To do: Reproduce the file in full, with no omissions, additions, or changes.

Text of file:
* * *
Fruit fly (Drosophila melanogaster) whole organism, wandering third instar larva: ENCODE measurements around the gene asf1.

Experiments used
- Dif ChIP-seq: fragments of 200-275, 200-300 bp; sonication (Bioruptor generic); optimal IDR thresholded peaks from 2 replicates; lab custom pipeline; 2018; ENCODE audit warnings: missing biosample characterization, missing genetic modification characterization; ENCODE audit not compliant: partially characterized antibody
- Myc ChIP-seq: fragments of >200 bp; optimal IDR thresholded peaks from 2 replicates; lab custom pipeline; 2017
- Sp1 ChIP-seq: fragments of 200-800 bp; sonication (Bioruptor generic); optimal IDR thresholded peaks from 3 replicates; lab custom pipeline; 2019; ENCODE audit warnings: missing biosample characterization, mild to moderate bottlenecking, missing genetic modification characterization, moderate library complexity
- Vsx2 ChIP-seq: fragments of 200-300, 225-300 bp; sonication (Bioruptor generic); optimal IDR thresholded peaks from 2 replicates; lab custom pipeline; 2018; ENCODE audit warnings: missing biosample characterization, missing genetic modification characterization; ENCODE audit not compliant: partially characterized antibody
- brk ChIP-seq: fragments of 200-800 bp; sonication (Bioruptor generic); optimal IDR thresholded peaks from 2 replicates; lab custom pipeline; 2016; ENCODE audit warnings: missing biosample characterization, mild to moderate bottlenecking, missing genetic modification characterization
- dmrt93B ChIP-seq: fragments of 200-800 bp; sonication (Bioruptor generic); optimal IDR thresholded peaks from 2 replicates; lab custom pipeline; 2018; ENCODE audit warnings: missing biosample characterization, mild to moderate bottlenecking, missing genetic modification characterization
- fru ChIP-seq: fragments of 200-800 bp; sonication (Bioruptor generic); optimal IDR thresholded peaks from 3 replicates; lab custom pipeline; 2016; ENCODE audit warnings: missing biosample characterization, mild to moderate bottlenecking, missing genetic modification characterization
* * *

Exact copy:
Fruit fly (Drosophila melanogaster) whole organism, wandering third instar larva: ENCODE measurements around the gene asf1.

Experiments used
- Dif ChIP-seq: fragments of 200-275, 200-300 bp; sonication (Bioruptor generic); optimal IDR thresholded peaks from 2 replicates; lab custom pipeline; 2018; ENCODE audit warnings: missing biosample characterization, missing genetic modification characterization; ENCODE audit not compliant: partially characterized antibody
- Myc ChIP-seq: fragments of >200 bp; optimal IDR thresholded peaks from 2 replicates; lab custom pipeline; 2017
- Sp1 ChIP-seq: fragments of 200-800 bp; sonication (Bioruptor generic); optimal IDR thresholded peaks from 3 replicates; lab custom pipeline; 2019; ENCODE audit warnings: missing biosample characterization, mild to moderate bottlenecking, missing genetic modification characterization, moderate library complexity
- Vsx2 ChIP-seq: fragments of 200-300, 225-300 bp; sonication (Bioruptor generic); optimal IDR thresholded peaks from 2 replicates; lab custom pipeline; 2018; ENCODE audit warnings: missing biosample characterization, missing genetic modification characterization; ENCODE audit not compliant: partially characterized antibody
- brk ChIP-seq: fragments of 200-800 bp; sonication (Bioruptor generic); optimal IDR thresholded peaks from 2 replicates; lab custom pipeline; 2016; ENCODE audit warnings: missing biosample characterization, mild to moderate bottlenecking, missing genetic modification characterization
- dmrt93B ChIP-seq: fragments of 200-800 bp; sonication (Bioruptor generic); optimal IDR thresholded peaks from 2 replicates; lab custom pipeline; 2018; ENCODE audit warnings: missing biosample characterization, mild to moderate bottlenecking, missing genetic modification characterization
- fru ChIP-seq: fragments of 200-800 bp; sonication (Bioruptor generic); optimal IDR thresholded peaks from 3 replicates; lab custom pipeline; 2016; ENCODE audit warnings: missing biosample characterization, mild to moderate bottlenecking, missing genetic modification characterization